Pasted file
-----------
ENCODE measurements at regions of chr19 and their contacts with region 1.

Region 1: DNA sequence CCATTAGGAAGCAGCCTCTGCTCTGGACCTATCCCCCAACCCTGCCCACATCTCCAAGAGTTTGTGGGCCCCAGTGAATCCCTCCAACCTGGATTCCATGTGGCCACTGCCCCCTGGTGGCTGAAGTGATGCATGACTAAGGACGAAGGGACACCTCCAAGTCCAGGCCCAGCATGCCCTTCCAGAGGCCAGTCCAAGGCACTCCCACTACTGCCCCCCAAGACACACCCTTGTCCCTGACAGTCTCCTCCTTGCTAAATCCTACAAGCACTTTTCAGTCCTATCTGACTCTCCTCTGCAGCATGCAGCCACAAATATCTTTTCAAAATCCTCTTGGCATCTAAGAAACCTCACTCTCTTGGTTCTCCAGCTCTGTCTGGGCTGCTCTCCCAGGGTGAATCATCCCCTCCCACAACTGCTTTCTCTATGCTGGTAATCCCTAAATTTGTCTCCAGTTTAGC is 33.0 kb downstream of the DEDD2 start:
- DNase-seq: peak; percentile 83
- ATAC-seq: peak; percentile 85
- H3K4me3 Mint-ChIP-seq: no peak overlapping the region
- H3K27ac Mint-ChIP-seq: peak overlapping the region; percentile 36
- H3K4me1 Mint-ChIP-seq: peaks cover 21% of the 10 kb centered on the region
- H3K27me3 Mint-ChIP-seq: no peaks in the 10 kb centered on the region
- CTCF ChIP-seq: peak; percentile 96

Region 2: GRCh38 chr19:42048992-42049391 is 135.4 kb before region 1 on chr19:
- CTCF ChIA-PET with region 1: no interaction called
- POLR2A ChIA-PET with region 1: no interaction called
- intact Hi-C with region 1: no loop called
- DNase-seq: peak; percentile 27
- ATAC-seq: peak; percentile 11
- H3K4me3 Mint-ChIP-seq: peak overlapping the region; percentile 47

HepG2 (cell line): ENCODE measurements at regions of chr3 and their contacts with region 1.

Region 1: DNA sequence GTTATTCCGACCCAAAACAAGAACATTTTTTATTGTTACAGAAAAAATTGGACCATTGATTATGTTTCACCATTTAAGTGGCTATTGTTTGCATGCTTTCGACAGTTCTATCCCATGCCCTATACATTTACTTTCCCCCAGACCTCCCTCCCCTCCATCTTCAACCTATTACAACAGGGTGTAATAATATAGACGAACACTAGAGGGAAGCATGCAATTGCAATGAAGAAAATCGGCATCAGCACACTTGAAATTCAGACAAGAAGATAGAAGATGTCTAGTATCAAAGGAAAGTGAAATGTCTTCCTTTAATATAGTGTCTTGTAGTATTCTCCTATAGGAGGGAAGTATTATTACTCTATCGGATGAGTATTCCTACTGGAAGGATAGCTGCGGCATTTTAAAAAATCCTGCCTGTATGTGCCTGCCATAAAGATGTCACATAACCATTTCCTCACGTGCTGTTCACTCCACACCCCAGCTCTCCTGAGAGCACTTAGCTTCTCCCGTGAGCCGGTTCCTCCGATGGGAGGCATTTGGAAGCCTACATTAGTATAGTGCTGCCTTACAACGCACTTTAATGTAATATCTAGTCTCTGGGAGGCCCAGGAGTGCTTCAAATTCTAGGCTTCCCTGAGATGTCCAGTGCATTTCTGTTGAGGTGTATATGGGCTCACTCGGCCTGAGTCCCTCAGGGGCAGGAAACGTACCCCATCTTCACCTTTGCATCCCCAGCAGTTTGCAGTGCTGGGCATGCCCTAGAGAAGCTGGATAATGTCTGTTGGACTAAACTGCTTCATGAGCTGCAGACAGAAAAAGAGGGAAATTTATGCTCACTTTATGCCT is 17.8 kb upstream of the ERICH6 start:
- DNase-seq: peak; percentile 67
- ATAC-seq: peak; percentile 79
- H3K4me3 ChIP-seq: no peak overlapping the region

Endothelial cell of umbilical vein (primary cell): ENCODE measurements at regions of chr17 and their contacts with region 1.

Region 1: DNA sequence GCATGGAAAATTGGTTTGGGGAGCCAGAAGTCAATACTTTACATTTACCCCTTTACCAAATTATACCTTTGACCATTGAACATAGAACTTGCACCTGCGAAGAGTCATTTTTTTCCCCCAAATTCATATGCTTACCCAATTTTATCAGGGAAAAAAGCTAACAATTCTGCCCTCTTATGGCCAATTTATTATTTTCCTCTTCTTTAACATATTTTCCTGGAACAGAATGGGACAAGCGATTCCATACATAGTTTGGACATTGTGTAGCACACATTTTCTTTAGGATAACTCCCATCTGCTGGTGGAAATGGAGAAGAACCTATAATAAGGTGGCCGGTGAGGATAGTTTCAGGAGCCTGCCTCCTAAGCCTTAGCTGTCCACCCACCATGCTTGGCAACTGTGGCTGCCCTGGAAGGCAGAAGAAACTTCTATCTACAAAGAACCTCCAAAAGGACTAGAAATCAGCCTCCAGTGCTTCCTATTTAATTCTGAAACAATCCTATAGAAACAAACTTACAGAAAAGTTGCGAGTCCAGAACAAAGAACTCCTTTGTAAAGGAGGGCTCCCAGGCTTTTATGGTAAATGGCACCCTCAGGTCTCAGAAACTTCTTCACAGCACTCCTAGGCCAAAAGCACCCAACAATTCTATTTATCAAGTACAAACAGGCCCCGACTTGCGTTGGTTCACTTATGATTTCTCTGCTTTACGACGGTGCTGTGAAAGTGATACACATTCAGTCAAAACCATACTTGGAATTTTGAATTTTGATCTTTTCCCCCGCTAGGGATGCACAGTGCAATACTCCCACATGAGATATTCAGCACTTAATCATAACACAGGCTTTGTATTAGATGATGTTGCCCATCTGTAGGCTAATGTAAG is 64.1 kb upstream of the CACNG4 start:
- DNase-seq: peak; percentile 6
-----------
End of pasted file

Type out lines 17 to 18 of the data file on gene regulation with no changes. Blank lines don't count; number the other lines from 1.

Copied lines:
HepG2 (cell line): ENCODE measurements at regions of chr3 and their contacts with region 1.

Region 1: DNA sequence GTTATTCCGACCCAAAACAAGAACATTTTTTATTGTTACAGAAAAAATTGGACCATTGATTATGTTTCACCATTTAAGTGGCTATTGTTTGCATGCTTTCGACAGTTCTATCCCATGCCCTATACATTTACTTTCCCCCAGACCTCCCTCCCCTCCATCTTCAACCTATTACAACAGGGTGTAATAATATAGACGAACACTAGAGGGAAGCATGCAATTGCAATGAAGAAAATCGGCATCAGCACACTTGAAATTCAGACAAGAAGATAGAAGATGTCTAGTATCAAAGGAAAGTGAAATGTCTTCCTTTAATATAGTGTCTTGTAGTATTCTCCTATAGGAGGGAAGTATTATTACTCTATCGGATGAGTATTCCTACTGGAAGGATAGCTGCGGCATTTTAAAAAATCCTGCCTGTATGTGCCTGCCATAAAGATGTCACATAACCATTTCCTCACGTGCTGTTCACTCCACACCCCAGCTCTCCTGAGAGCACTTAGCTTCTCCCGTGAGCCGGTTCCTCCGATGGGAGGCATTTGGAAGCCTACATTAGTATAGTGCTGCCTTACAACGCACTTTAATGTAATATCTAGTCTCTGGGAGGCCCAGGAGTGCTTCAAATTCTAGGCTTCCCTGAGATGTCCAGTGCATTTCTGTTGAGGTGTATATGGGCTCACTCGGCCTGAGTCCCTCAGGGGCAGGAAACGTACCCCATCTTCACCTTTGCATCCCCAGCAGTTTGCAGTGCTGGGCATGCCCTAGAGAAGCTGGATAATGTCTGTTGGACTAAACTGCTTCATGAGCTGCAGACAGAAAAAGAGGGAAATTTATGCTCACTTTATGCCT is 17.8 kb upstream of the ERICH6 start: